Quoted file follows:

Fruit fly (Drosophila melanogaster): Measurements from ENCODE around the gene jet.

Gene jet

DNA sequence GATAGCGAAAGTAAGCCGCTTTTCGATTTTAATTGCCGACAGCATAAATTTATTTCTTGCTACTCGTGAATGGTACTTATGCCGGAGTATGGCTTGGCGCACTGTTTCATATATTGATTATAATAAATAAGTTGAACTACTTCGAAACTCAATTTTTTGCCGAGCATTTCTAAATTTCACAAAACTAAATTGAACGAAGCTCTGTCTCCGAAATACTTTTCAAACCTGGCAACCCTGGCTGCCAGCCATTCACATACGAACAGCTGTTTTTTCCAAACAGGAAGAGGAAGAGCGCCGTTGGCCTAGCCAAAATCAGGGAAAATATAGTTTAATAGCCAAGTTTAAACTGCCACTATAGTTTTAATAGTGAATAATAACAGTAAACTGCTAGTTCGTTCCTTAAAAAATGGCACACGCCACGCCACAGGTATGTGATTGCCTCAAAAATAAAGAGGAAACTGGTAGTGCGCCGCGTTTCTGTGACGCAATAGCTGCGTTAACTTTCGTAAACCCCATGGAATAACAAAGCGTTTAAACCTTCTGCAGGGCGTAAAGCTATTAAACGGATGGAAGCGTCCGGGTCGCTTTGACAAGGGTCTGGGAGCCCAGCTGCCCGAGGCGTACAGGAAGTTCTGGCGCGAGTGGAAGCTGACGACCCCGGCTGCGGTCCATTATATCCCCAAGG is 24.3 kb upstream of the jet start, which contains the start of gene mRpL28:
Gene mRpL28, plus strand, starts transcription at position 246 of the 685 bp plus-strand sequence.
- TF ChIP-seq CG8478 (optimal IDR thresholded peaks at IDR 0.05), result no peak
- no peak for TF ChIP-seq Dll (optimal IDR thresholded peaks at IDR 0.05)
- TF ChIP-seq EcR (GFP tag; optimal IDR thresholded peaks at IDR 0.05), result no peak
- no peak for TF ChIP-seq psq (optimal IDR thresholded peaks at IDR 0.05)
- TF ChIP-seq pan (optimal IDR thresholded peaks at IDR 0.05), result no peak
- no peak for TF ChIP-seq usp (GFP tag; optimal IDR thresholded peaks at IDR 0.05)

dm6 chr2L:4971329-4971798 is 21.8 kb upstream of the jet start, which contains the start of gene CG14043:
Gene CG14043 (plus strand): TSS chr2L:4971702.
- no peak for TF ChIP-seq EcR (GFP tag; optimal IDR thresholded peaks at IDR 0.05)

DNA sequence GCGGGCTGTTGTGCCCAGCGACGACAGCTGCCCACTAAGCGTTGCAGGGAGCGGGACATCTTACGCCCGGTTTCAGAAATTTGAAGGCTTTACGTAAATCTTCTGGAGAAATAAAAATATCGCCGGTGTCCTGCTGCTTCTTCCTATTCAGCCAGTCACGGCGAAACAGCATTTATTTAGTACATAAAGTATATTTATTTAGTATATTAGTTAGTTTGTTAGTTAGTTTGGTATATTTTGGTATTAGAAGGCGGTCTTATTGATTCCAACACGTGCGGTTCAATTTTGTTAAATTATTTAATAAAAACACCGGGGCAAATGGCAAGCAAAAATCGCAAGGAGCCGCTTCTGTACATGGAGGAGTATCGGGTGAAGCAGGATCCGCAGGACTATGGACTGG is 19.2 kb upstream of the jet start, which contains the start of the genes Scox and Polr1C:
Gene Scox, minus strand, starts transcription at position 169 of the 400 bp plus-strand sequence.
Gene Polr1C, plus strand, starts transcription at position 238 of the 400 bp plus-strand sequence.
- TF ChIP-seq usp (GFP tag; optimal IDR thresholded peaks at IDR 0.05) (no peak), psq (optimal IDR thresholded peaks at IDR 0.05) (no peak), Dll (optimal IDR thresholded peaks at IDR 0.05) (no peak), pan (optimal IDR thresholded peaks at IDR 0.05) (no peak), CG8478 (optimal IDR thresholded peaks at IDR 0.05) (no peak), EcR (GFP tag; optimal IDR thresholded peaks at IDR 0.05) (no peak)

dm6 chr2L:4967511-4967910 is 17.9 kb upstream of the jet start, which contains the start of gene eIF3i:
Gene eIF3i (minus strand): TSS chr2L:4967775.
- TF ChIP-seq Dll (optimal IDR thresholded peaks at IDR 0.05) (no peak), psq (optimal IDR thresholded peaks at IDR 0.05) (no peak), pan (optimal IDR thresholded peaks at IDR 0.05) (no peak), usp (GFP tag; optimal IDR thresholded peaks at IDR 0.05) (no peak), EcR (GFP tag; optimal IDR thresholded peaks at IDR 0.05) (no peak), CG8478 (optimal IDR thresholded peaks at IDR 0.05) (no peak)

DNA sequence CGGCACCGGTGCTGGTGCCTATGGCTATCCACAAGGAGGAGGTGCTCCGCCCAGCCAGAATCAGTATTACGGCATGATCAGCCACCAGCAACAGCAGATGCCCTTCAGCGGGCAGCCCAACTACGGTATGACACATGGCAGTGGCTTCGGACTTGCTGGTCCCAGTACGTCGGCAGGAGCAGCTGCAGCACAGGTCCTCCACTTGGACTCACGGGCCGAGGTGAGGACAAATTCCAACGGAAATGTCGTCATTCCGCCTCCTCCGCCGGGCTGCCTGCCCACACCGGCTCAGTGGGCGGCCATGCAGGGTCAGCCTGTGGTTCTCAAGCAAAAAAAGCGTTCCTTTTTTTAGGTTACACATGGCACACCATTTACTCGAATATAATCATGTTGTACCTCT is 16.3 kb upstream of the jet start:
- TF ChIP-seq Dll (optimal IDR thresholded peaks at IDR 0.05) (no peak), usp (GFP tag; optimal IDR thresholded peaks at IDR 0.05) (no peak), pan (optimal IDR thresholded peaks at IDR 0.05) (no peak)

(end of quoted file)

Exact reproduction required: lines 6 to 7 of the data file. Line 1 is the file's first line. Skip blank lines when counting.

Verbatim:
- no peak for TF ChIP-seq Dll (optimal IDR thresholded peaks at IDR 0.05)
- TF ChIP-seq EcR (GFP tag; optimal IDR thresholded peaks at IDR 0.05), result no peak